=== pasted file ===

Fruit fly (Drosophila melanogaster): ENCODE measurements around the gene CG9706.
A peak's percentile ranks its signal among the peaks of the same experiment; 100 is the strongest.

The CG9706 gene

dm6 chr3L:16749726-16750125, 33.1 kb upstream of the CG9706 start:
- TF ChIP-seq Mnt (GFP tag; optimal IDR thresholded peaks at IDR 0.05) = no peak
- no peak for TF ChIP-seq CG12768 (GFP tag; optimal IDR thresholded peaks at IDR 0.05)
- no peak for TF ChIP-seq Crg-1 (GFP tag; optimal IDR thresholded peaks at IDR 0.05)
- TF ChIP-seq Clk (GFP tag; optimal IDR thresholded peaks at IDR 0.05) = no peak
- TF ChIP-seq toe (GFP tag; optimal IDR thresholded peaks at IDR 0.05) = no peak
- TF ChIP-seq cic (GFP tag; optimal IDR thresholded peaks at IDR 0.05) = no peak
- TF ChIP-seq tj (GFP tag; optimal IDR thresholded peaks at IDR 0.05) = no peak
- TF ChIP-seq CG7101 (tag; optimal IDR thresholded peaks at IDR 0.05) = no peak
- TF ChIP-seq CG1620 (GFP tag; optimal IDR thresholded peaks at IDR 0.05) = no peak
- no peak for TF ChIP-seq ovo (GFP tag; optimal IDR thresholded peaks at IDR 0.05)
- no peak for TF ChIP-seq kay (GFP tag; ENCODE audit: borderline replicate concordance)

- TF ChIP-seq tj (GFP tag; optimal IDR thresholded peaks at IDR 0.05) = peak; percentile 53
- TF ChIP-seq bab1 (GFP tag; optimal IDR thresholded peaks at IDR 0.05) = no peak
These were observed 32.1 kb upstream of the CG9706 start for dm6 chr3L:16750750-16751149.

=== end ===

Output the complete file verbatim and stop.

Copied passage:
Fruit fly (Drosophila melanogaster): ENCODE measurements around the gene CG9706.
A peak's percentile ranks its signal among the peaks of the same experiment; 100 is the strongest.

The CG9706 gene

dm6 chr3L:16749726-16750125, 33.1 kb upstream of the CG9706 start:
- TF ChIP-seq Mnt (GFP tag; optimal IDR thresholded peaks at IDR 0.05) = no peak
- no peak for TF ChIP-seq CG12768 (GFP tag; optimal IDR thresholded peaks at IDR 0.05)
- no peak for TF ChIP-seq Crg-1 (GFP tag; optimal IDR thresholded peaks at IDR 0.05)
- TF ChIP-seq Clk (GFP tag; optimal IDR thresholded peaks at IDR 0.05) = no peak
- TF ChIP-seq toe (GFP tag; optimal IDR thresholded peaks at IDR 0.05) = no peak
- TF ChIP-seq cic (GFP tag; optimal IDR thresholded peaks at IDR 0.05) = no peak
- TF ChIP-seq tj (GFP tag; optimal IDR thresholded peaks at IDR 0.05) = no peak
- TF ChIP-seq CG7101 (tag; optimal IDR thresholded peaks at IDR 0.05) = no peak
- TF ChIP-seq CG1620 (GFP tag; optimal IDR thresholded peaks at IDR 0.05) = no peak
- no peak for TF ChIP-seq ovo (GFP tag; optimal IDR thresholded peaks at IDR 0.05)
- no peak for TF ChIP-seq kay (GFP tag; ENCODE audit: borderline replicate concordance)

- TF ChIP-seq tj (GFP tag; optimal IDR thresholded peaks at IDR 0.05) = peak; percentile 53
- TF ChIP-seq bab1 (GFP tag; optimal IDR thresholded peaks at IDR 0.05) = no peak
These were observed 32.1 kb upstream of the CG9706 start for dm6 chr3L:16750750-16751149.